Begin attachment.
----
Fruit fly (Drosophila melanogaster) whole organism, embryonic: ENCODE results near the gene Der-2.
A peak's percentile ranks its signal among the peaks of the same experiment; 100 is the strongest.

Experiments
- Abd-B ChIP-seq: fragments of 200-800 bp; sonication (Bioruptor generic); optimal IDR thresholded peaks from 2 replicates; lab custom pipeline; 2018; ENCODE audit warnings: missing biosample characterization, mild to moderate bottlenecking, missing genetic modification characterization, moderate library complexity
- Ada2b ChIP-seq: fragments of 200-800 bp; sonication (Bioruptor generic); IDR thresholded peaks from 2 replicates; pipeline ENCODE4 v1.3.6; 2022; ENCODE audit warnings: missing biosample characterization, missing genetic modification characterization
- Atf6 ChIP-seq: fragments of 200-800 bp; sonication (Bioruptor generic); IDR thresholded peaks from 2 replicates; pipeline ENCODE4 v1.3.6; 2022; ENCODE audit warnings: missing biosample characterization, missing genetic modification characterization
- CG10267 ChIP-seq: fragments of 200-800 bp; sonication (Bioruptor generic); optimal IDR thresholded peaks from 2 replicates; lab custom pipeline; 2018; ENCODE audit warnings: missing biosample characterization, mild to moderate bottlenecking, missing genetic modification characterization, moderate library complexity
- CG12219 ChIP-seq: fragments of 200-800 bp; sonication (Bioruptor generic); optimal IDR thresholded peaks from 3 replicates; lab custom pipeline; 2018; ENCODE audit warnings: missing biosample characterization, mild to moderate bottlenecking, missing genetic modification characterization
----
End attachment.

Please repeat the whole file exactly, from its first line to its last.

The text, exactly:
Fruit fly (Drosophila melanogaster) whole organism, embryonic: ENCODE results near the gene Der-2.
A peak's percentile ranks its signal among the peaks of the same experiment; 100 is the strongest.

Experiments
- Abd-B ChIP-seq: fragments of 200-800 bp; sonication (Bioruptor generic); optimal IDR thresholded peaks from 2 replicates; lab custom pipeline; 2018; ENCODE audit warnings: missing biosample characterization, mild to moderate bottlenecking, missing genetic modification characterization, moderate library complexity
- Ada2b ChIP-seq: fragments of 200-800 bp; sonication (Bioruptor generic); IDR thresholded peaks from 2 replicates; pipeline ENCODE4 v1.3.6; 2022; ENCODE audit warnings: missing biosample characterization, missing genetic modification characterization
- Atf6 ChIP-seq: fragments of 200-800 bp; sonication (Bioruptor generic); IDR thresholded peaks from 2 replicates; pipeline ENCODE4 v1.3.6; 2022; ENCODE audit warnings: missing biosample characterization, missing genetic modification characterization
- CG10267 ChIP-seq: fragments of 200-800 bp; sonication (Bioruptor generic); optimal IDR thresholded peaks from 2 replicates; lab custom pipeline; 2018; ENCODE audit warnings: missing biosample characterization, mild to moderate bottlenecking, missing genetic modification characterization, moderate library complexity
- CG12219 ChIP-seq: fragments of 200-800 bp; sonication (Bioruptor generic); optimal IDR thresholded peaks from 3 replicates; lab custom pipeline; 2018; ENCODE audit warnings: missing biosample characterization, mild to moderate bottlenecking, missing genetic modification characterization